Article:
The planned rise in university tuition fees to £9,250 could also be applied to students who have already started their courses.
In a statement, Universities Minister Jo Johnson revealed the plans to link higher tuition fees to teaching quality and allow the cost to increase with the rate of inflation in subsequent years.
The plans were met with strong opposition by other political parties, with the Liberal Democrats announcing that they planned to force a parliamentary vote on the issue in autumn in attempt to stop fees rising above the current £9,000 limit.
Labour Education Spokesman Gordon Marsden told the BBC that the government had made a ‘disgraceful’ attempt to ‘sneak out’ the increase before Parliament’s summer recess, and that ministers had ‘neither the guts nor the courtesy’ to fully debate the issue.
The government has already said that the fee increases can be applied to students who have already started their study depending on the terms of student contracts at individual universities.
A University of Southampton spokesperson told Wessex Scene that the University would ‘keep a watch’ on the situation until it had completed the relevant parliamentary processes, and that even after a change in legislation any adjustments to fees would still have to be approved by the University Council.
The tuition fees section of the University website currently says that 2017 fees will be added ‘later this year’.
The issue has raised concerns among Sabbatical Officers. Union Southampton President, Alex Hovden, told Wessex Scene:
We are deeply concerned by the possibility of Tuition Fee rises, and are awaiting further information. From my personal point of view, I cannot envisage myself supporting a rise in the fee. The full time officers are working on finding out more information and will be seeking approval from Union Senate on a stance in the new academic year.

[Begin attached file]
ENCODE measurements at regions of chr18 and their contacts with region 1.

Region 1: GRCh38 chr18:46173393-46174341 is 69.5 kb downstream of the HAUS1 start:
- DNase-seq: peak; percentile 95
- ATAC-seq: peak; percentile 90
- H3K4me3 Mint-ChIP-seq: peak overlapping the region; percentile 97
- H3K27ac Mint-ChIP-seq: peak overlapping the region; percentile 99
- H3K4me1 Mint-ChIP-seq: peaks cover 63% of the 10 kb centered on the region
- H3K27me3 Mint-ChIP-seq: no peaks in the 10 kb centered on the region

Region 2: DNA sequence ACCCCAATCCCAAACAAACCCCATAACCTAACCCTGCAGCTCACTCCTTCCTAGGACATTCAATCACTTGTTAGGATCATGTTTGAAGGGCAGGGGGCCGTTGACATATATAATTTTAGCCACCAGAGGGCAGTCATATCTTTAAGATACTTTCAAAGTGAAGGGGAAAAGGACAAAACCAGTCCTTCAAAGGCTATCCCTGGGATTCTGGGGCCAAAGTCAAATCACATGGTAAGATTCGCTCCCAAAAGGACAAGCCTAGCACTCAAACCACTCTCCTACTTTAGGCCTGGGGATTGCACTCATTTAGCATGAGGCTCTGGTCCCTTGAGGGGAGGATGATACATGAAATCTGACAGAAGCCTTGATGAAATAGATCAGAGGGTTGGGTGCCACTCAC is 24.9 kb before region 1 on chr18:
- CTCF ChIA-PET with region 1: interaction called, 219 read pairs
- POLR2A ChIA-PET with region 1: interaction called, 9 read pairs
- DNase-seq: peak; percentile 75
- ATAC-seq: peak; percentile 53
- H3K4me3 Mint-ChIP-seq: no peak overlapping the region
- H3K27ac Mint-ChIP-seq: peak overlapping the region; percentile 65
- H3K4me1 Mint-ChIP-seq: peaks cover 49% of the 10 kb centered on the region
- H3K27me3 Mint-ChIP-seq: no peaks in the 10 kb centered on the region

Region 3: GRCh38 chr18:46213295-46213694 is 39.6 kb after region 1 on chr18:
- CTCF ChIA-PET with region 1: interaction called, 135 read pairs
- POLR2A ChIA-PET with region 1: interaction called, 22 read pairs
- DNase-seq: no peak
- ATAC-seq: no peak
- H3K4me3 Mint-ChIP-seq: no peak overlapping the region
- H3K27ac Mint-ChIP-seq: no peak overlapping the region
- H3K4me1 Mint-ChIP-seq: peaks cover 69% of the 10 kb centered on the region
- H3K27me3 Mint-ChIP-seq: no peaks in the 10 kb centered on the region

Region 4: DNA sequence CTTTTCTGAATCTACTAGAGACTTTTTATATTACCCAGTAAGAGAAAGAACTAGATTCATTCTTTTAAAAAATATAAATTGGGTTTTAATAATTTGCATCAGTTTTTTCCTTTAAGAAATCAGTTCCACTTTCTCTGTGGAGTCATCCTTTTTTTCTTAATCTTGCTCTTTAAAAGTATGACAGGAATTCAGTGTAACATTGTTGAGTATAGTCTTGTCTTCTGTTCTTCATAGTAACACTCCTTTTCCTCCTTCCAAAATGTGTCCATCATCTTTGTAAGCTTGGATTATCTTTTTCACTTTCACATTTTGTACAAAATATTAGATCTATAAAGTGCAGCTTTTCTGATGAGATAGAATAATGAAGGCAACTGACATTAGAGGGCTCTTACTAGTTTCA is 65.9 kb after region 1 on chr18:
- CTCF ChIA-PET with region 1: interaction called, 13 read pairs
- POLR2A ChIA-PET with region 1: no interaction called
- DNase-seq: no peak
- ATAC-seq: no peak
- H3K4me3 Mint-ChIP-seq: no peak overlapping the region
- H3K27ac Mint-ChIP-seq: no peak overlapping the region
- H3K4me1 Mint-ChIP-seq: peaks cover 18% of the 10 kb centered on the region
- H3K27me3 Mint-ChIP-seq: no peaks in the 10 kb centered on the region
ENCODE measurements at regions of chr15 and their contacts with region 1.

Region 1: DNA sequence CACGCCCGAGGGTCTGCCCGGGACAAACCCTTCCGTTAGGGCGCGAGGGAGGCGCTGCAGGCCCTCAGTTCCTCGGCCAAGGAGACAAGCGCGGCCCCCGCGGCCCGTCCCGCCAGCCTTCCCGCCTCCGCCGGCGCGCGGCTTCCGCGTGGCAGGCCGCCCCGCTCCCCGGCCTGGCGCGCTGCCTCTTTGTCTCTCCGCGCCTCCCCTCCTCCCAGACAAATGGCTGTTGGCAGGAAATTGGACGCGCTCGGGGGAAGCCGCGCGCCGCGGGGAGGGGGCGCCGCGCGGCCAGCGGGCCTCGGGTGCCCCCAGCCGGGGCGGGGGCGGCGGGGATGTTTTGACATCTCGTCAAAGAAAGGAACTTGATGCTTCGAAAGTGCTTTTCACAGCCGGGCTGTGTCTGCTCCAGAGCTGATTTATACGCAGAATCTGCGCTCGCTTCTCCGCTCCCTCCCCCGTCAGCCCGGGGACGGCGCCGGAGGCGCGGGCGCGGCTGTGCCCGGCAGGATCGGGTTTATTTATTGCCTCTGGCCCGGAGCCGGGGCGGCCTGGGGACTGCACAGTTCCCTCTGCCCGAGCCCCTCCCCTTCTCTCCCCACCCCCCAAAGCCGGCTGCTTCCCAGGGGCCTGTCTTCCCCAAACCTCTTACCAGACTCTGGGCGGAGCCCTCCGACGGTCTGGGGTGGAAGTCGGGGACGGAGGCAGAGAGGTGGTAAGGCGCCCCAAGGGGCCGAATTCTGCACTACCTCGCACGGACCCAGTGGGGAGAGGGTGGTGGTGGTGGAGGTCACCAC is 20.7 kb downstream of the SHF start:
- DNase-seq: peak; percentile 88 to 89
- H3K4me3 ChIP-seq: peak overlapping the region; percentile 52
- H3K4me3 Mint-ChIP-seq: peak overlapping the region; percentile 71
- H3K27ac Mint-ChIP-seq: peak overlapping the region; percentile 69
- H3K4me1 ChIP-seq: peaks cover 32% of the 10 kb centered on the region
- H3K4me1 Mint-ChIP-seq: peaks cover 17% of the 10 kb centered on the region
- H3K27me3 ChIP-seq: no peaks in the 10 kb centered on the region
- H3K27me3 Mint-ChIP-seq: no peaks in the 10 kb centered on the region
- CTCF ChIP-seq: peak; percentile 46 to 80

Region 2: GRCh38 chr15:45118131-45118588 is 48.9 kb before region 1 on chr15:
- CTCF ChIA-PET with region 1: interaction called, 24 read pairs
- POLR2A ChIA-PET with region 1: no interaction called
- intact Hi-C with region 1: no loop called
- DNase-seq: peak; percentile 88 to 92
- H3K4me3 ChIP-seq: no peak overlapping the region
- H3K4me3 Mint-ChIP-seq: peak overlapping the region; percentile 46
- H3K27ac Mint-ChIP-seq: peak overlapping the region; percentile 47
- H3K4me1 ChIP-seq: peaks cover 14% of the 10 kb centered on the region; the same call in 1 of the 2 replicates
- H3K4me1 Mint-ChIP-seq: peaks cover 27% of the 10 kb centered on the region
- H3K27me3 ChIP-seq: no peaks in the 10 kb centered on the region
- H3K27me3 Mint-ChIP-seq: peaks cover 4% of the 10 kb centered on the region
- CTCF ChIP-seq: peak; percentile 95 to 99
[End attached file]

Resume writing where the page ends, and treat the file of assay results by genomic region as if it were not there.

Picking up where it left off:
The University of Surrey has already announced that it will not increase fees for current undergraduates but increases will apply for students enrolling from 2017 onwards. A number of other universities including Durham and Royal Holloway are already advertising the fee increases for prospective future students subject to government confirmation.
The University of Kent told the National Student it was advertising the higher fees online to ensure that ensure that ‘both potential students and existing students are provided with as much notice as possible and to comply with CMA guidelines’, while Durham University said that it had received confirmation from the Department for Business, Innovation and Skills before updating its website.
Higher Education organisations including the National Union of Students (NUS) and Universities and Colleges Union (UCU) have condemned the increase.
An NUS Spokesperson told the Telegraph:
Institutions who are thinking of raising fees for current students would be breaking consumer protection legislation, as this is not what was advertised at the point of entry, and we will support any student who wishes to take matters to court.
Sally Hunt, Director of the UCU (the union to which many lecturers and teaching staff are affiliated), condemned the advertisement of fee increases as ‘just another blight on the sorry debacle that is the government’s plan for higher education’ and called for the government to rethink current higher education policy plans in the wake of Britain’s vote to leave the EU.
She claimed that:
Universities foolish enough to advertise higher fees will be doing nothing to quell concerns from students and parents that they are simply after as much cash as they can get.
However, Nicola Dandridge, Chief Executive of Universities UK (the umbrella body controlling some aspects of policy at all UK public universities), added that the current rate of £9,000 a year had been ‘eroded’ by inflation and was now only worth around £8,200 in real terms. She told the BBC the increase in fees was ‘essential’ to deliver a high quality learning experience for students.